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  • Author or Editor: F. H. Takatori x
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Abstract

The performance of head lettuce plants (Lactuca sativa L.) from normal seedlings and from those exhibiting slight and severe expressions of physiological necrosis (red cotyledon) were evaluated throughout growth to vegetative maturity. Plants from necrotic seedlings were delayed 1 to 2 weeks in formation of new leaves, accumulation of leaf area, and in vegetative maturity compared to plants from normal seedlings. At natural vegetative maturity, however, leaf number and area were comparable among plants of all treatments. Normal seedlings produced solid heads at maturity. Heads formed from slightly necrotic seedlings ranged from solid heads, to a loose folding of leaves over the growing terminal, to an open rosette of leaves classed as nonheading. Severely necrotic seedlings consistently produced heads of the latter 2 types, neither of which was considered of commercial quality. A reduction in or absence of the tap root appeared to strongly restrict vegetative head development. There was a direct relationship between condition of the root classes as tap root prominent, short or absent, and the quality of the head, characterized as solid, loose or open (nonheading), respectively.

Open Access

Abstract

The effects of soil moisture deficit on yield and quality of head lettuce seed (Lactuca sativa L.) were studied. Three moisture levels (−0.3, −0.8 and −5.0 bars) were imposed upon lettuce plants continuously or in various combinations during vegetative and reproductive growth. Highest seed yields were obtained from treatments of intermediate water deficit during vegetative growth. Severe stress significantly reduced seed yields when introduced during either vegetative or reproductive growth. These treatments resulted in the lowest average number of seeds/seed head and seed heads/plant. Average seed weights were highest from plants exposed to severe stress for extended periods. Lowest average seed weights were produced on plants grown in adequate moisture treatments. Seed length, width, thickness and volume correlated with seed weight in response to soil moisture deficits. Germination was high in all treatments (97-100%). The lowest percentage abnormal seedlings observed during germination were obtained from seed developed on plants in severe and intermediate water deficit treatments. Seeds from these same treatments also produced the most vigorous seedlings, based on radicle length. Moisture levels conducive to highest seed yield generally produced lower quality seeds. Intermediate water deficits during vegetative and reproductive growth of lettuce plants appear to produce highest seed yields together with adequate seed quality.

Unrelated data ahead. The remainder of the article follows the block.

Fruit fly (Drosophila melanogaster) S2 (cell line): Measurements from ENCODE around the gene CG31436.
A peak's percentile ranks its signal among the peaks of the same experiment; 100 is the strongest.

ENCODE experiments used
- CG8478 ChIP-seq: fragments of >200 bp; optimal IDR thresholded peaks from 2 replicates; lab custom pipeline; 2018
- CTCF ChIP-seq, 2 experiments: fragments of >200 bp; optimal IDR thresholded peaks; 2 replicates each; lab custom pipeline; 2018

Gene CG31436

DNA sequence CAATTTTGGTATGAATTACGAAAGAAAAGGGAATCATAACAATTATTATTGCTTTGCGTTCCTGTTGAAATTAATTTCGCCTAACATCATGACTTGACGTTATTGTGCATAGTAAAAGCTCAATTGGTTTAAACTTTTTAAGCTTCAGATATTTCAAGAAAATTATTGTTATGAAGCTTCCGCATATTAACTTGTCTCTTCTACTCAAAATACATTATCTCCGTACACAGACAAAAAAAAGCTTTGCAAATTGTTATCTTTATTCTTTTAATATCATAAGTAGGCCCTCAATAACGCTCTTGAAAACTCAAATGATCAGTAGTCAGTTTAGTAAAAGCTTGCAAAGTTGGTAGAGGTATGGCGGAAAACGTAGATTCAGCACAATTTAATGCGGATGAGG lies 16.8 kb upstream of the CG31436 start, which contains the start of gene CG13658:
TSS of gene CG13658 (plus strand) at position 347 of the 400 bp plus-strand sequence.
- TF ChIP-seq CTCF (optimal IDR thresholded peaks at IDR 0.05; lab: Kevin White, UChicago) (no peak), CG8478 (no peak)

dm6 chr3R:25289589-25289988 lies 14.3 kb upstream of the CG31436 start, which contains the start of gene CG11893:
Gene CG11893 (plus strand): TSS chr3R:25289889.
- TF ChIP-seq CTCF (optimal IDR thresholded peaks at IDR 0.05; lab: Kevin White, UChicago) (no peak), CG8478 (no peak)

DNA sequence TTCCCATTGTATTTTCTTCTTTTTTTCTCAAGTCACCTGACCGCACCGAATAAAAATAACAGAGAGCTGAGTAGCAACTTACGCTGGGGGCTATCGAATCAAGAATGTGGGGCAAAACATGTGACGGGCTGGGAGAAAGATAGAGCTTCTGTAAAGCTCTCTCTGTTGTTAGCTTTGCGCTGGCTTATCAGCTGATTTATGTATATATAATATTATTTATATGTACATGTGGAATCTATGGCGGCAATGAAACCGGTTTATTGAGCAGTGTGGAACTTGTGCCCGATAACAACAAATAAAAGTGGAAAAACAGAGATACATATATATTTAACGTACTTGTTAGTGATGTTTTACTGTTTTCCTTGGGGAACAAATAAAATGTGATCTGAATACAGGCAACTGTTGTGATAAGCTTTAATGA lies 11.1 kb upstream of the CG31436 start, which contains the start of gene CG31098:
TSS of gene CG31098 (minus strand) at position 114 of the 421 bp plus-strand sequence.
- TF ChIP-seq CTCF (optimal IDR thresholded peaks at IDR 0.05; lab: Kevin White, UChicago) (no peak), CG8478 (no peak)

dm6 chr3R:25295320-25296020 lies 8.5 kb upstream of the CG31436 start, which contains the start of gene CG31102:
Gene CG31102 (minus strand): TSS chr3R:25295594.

Open Access

Abstract

In propagating Asparagus officinalis L. through the method of shoot apex culture, apices of terminal buds of spears produced in vitro were found to be equally satisfactory as explants as those of lateral buds of spears obtained from the field. A maximum number of plants was obtained when the cultures were illuminated 4-20 hr daily with white fluorescent or Gro-Lux lamps at an intensity of 1000 lux. A constant 27°C temp was also optimum for plant formation in vitro. Histological examination revealed that roots arose adventitiously from callus which formed at the base of the explant, whereas spears originated from axillary buds.

Successful transfer of plants from laboratory to soil required a prior reculture in a medium lacking NAA and with the light intensity increased to 3000 or 10,000 lux. Examination of the chromosome numbers of plants propagated through shoot apex culture showed that the original diploid status had been retained in every plant.

Open Access

Abstract

A nutrient medium which enabled rapid formation of new spears and roots in shoot apices excised from buds as well as lateral branches of Asparagus officinalis L. spears was developed. This medium was composed of the following, in mg/1 : Murashige and Skoog’s inorganic salts; NAA, 0.3; kinetin, 0.1; thiamin·HC1, 1.0; pyridoxin·HCl, 5.0; nicotinic acid, 5.0; myo-inositol, 100; adenine sulfate·dihydrate, 40; sucrose, 25,000; Difco Bacto malt extract, 500; NaH2PO4·H2O, 170; and Difco Bacto agar, 6000. The shoot apices were cultured under 1000 lux Gro Lux or Plant Gro light and at constant 27°C. The explants were 0.15 mm in height and composed of the apical meristem plus a few visible subjacent primordial leaves. Within 6 weeks an avg of 80-90% of the cultures developed into miniature plants with several spears and roots. These plants, however, could not be transferred to soil with much success. The transfer necessitated further culture under another set of conditions, details of which are currently under investigation. The nutrient medium was inapplicable to shoot apex cultures of A. densiflora (Kunth) Jessop cv. Meyers, A. densiflora (Kunth) Jessop cv. Sprengeri, and, A. sarmentosus (Hort.).

Open Access